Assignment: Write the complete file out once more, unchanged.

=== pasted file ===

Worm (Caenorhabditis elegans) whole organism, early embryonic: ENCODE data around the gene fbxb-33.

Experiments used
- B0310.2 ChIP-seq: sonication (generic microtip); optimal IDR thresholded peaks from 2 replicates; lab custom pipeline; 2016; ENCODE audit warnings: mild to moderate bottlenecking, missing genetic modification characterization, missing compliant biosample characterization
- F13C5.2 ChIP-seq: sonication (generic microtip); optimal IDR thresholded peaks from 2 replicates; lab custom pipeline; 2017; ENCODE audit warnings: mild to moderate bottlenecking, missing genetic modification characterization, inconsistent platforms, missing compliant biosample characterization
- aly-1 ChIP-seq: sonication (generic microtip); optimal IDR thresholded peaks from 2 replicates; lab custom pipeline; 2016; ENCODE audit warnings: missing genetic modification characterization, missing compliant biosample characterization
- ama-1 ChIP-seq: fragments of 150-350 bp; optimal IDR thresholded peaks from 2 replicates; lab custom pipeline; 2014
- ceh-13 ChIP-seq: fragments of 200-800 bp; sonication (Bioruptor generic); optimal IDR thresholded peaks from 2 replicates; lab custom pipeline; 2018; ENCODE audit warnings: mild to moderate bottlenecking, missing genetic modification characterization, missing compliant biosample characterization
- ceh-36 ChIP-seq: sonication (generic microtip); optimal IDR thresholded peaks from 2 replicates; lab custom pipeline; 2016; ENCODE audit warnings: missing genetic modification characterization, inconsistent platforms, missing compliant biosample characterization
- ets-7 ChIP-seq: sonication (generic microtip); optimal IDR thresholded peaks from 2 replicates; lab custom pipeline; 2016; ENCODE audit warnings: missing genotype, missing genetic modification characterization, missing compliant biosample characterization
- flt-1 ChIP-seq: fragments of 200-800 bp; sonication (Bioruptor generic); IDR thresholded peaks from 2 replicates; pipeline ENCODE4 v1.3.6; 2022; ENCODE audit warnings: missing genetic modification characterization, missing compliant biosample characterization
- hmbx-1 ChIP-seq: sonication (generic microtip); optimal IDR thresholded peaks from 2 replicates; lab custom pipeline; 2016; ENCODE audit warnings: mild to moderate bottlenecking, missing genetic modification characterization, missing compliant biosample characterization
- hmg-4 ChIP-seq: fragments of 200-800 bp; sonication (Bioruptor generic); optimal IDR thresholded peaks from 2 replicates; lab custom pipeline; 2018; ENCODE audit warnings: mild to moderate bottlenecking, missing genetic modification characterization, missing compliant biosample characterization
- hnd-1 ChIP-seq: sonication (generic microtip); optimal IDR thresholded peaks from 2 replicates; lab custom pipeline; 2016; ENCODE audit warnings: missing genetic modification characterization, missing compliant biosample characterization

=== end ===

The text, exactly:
Worm (Caenorhabditis elegans) whole organism, early embryonic: ENCODE data around the gene fbxb-33.

Experiments used
- B0310.2 ChIP-seq: sonication (generic microtip); optimal IDR thresholded peaks from 2 replicates; lab custom pipeline; 2016; ENCODE audit warnings: mild to moderate bottlenecking, missing genetic modification characterization, missing compliant biosample characterization
- F13C5.2 ChIP-seq: sonication (generic microtip); optimal IDR thresholded peaks from 2 replicates; lab custom pipeline; 2017; ENCODE audit warnings: mild to moderate bottlenecking, missing genetic modification characterization, inconsistent platforms, missing compliant biosample characterization
- aly-1 ChIP-seq: sonication (generic microtip); optimal IDR thresholded peaks from 2 replicates; lab custom pipeline; 2016; ENCODE audit warnings: missing genetic modification characterization, missing compliant biosample characterization
- ama-1 ChIP-seq: fragments of 150-350 bp; optimal IDR thresholded peaks from 2 replicates; lab custom pipeline; 2014
- ceh-13 ChIP-seq: fragments of 200-800 bp; sonication (Bioruptor generic); optimal IDR thresholded peaks from 2 replicates; lab custom pipeline; 2018; ENCODE audit warnings: mild to moderate bottlenecking, missing genetic modification characterization, missing compliant biosample characterization
- ceh-36 ChIP-seq: sonication (generic microtip); optimal IDR thresholded peaks from 2 replicates; lab custom pipeline; 2016; ENCODE audit warnings: missing genetic modification characterization, inconsistent platforms, missing compliant biosample characterization
- ets-7 ChIP-seq: sonication (generic microtip); optimal IDR thresholded peaks from 2 replicates; lab custom pipeline; 2016; ENCODE audit warnings: missing genotype, missing genetic modification characterization, missing compliant biosample characterization
- flt-1 ChIP-seq: fragments of 200-800 bp; sonication (Bioruptor generic); IDR thresholded peaks from 2 replicates; pipeline ENCODE4 v1.3.6; 2022; ENCODE audit warnings: missing genetic modification characterization, missing compliant biosample characterization
- hmbx-1 ChIP-seq: sonication (generic microtip); optimal IDR thresholded peaks from 2 replicates; lab custom pipeline; 2016; ENCODE audit warnings: mild to moderate bottlenecking, missing genetic modification characterization, missing compliant biosample characterization
- hmg-4 ChIP-seq: fragments of 200-800 bp; sonication (Bioruptor generic); optimal IDR thresholded peaks from 2 replicates; lab custom pipeline; 2018; ENCODE audit warnings: mild to moderate bottlenecking, missing genetic modification characterization, missing compliant biosample characterization
- hnd-1 ChIP-seq: sonication (generic microtip); optimal IDR thresholded peaks from 2 replicates; lab custom pipeline; 2016; ENCODE audit warnings: missing genetic modification characterization, missing compliant biosample characterization